He’d far sooner trust the cat. People were unpredictable. Nature—for all its eccentricities—followed knowable paths. He squatted and put out his hand, allowing Fortune to sniff at his gloved fingers. She arched her back, inviting his touch, and Worth ran his hand gently along the fur. “I see that Fortune is a highly discriminating creature.” “She is,” Miss Thorn agreed. “She approves of you almost as much as she approves of Miss Villers.” Perhaps not so discriminating after all. But then, deciphering the motives of the human heart was his downfall.
He straightened. “Nevertheless, I believe we are fully staffed at present.” Charlotte was frowning at him. “We need one more to achieve your timetable, and you know it. Miss Villers has been working with Augusta Orwell. She has experience.” “Alas, distilling concoctions for beauty preparations does not usually equate with experimental rigor,” he said, trying to keep his voice and look kind. Lydia swept to her feet and turned to face him fully, and he took a step back from the intensity blazing from her eyes. “Our work,” she said, moving toward him, “may look simple to a man of your letters, Lord Worthington, but we follow the scientific method laid down by Bacon. We observe that certain elements appear to affect healing.
We hypothesize that a particular ingredient may be beneficial.” With each step in the process she described, she advanced, and Worth could only retreat. “We devise experiments to test its efficacy both alone and in combination with other ingredients. We measure response, attempt to replicate the experiment, and see if we gain similar results. We document our findings. Our work may never appear in Philosophical Transactions, but the formula we recently developed has been evaluated by other apothecaries and found to have merit. It is being sold on the market to help others. Can you say the same of your work?” His back was to the wall, literally and figuratively. His best application, the result of years of painstaking experimentation and documentation, had been stolen by a colleague who had claimed all credit. That’s when he’d first learned the pain of betrayal, even if hers had hurt more.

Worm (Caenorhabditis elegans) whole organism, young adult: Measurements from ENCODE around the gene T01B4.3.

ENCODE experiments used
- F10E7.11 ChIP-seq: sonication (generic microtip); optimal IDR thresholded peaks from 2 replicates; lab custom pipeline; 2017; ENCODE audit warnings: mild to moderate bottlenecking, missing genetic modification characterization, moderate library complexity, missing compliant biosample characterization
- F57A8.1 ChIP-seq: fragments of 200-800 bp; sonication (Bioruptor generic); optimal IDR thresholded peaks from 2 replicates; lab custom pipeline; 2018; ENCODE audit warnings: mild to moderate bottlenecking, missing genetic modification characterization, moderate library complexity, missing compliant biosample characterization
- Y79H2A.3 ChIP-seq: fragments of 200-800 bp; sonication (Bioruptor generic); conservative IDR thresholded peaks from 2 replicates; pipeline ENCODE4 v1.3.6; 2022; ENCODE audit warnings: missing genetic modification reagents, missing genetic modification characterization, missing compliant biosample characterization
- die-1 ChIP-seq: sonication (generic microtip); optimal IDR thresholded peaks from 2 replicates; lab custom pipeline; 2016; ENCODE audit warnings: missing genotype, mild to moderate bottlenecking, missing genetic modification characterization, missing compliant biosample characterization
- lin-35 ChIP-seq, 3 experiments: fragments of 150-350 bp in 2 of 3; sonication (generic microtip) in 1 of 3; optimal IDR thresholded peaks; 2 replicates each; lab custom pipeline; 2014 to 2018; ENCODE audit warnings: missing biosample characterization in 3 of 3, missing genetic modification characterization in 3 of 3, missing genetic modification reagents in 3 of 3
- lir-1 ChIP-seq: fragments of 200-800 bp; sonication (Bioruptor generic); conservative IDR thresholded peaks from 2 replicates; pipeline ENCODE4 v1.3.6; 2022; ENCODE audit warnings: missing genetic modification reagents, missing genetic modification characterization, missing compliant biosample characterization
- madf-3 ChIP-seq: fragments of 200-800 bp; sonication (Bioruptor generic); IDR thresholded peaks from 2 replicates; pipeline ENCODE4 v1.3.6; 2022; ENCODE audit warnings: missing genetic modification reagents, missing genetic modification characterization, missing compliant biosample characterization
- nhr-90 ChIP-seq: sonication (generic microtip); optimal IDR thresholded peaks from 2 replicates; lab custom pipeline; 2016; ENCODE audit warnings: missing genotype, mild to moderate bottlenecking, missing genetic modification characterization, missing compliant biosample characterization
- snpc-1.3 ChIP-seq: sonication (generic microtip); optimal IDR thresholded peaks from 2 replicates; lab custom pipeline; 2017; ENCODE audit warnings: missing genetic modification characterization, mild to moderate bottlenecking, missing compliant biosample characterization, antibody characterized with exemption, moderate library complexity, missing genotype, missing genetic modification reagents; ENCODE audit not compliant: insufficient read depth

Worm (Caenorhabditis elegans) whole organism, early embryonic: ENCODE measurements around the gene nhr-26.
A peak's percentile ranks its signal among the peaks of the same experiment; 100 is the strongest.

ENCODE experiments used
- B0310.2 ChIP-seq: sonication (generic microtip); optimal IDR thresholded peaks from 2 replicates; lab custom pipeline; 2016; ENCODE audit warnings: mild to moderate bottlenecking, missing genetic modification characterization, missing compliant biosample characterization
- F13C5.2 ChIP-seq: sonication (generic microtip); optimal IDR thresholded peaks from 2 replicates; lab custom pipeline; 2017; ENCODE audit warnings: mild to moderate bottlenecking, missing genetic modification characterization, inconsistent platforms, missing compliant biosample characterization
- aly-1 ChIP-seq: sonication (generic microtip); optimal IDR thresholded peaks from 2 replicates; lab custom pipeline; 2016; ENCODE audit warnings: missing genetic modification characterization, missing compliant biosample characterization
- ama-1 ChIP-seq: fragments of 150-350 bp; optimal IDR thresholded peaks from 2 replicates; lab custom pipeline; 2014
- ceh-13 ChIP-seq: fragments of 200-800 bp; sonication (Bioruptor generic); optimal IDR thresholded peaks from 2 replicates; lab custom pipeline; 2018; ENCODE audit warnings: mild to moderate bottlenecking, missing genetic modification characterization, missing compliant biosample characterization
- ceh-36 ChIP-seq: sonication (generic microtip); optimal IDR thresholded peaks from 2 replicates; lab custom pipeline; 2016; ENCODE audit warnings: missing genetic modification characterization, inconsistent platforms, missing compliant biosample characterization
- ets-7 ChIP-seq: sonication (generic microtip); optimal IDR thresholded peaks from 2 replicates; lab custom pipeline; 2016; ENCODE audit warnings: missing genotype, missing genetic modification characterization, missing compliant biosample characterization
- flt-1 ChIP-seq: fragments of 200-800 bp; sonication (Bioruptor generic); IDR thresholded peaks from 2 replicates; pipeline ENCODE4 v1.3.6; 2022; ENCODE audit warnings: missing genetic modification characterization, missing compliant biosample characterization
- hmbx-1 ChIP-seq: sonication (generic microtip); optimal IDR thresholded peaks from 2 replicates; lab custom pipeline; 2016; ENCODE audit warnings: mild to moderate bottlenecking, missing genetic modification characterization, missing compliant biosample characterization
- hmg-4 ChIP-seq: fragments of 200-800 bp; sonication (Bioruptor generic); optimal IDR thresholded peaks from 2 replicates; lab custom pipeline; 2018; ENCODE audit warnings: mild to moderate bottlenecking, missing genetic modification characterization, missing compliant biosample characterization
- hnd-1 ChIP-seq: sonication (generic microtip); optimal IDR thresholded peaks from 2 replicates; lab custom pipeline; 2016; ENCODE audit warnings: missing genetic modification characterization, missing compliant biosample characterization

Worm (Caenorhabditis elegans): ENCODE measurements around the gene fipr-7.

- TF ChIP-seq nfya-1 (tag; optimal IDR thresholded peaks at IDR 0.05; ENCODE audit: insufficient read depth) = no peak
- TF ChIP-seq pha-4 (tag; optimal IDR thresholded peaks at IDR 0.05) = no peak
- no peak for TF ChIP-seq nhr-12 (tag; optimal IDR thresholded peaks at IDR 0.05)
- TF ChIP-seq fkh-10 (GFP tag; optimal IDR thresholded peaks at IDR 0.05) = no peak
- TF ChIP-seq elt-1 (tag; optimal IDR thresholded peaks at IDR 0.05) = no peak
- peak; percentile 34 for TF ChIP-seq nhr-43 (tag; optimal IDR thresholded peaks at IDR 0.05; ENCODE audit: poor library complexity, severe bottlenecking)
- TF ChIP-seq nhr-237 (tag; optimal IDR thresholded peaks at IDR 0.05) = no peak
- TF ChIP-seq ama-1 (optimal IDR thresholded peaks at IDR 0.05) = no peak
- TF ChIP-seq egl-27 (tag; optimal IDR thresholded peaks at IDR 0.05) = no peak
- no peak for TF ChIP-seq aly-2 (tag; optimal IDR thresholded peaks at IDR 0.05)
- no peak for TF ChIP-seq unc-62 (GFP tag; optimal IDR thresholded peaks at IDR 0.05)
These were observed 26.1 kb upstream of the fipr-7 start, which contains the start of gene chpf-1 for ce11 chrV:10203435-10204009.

“Perhaps my brother questions your dedication rather than your credentials,” Charlotte said. Over Lydia’s head, he could see that a smirk had replaced his sister’s frown. She was enjoying this, the brat! “Six weeks is a short time to be involved in scientific pursuits,” she qualified when he shot a glare in her direction. Lydia drew herself up, until her pert nose was pointing at his chin and he could see deep into her eyes. “Six weeks laboring from breakfast until long past dinner. I’m not afraid of hard work, when it has a purpose.” Miss Thorn rose and came to collect her pet, who had retreated with Worth to the back wall. Fortune gazed up at him as if she expected him to make the right decision. Would that he knew what that decision should be. Charlotte was right—their timetable was tight.
He had promised the Prince Regent to have something to demonstrate by the end of May. He was so close! Another pair of hands, another mind focused on the task, might make the difference between success and failure. And if he accomplished what he’d set out to do, he could at last feel he had lived up to his family legacy and redeemed himself for his past mistakes. “Miss Villers has already made significant sacrifices to pursue a career,” Miss Thorn said, pet back in her arms. “She has left her position in Society, defied her brother.” Interesting. Beauford Villers had been instrumental in introducing Worth to Lydia. He had always thought the fellow would be over the moon had his sister and Worth married. Did Villers still insist that she wed? “Most women of our class face persecution when stepping away from traditional roles,” Charlotte acknowledged. She knew.
After several Seasons on the ton, she had retired to their home and focused on helping him. The result had been unkind comments from Society’s reining belles, slights from former friends. Charlotte had ignored them all to remain at his side and help him achieve. There wasn’t much he wouldn’t do for his sister. Except, perhaps, hire Lydia Villers. “I don’t care,” Lydia said, chin in the air. “I was ill-suited to the traditional role. I don’t miss it.” Now, that he could not believe. Everything about Lydia Villers—from the artful ringlets framing her piquant face to her frilly muslin gowns and normal exuberance—was designed to appeal to a gentleman seeking a bride.
She had certainly appealed to him. He was more than a little chagrined to find she still did. “So, what do you want?” he asked. She beamed up at him, the sun coming out after a storm, lifting his spirits despite his reservations. “I want to learn more—how things work, why they function as they do.” Her voice rang with determination. “I want to expand the boundaries of knowledge, discover great things that help others.” She flung out her arms as if she would embrace the world. “I want to cure disease, double the food supply, soar beyond the stars.”